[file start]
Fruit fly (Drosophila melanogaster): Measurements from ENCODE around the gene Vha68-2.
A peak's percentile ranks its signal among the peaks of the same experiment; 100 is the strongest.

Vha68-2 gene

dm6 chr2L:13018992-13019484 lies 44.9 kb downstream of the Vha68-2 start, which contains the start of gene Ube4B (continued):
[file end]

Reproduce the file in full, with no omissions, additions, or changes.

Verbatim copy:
Fruit fly (Drosophila melanogaster): Measurements from ENCODE around the gene Vha68-2.
A peak's percentile ranks its signal among the peaks of the same experiment; 100 is the strongest.

Vha68-2 gene

dm6 chr2L:13018992-13019484 lies 44.9 kb downstream of the Vha68-2 start, which contains the start of gene Ube4B (continued):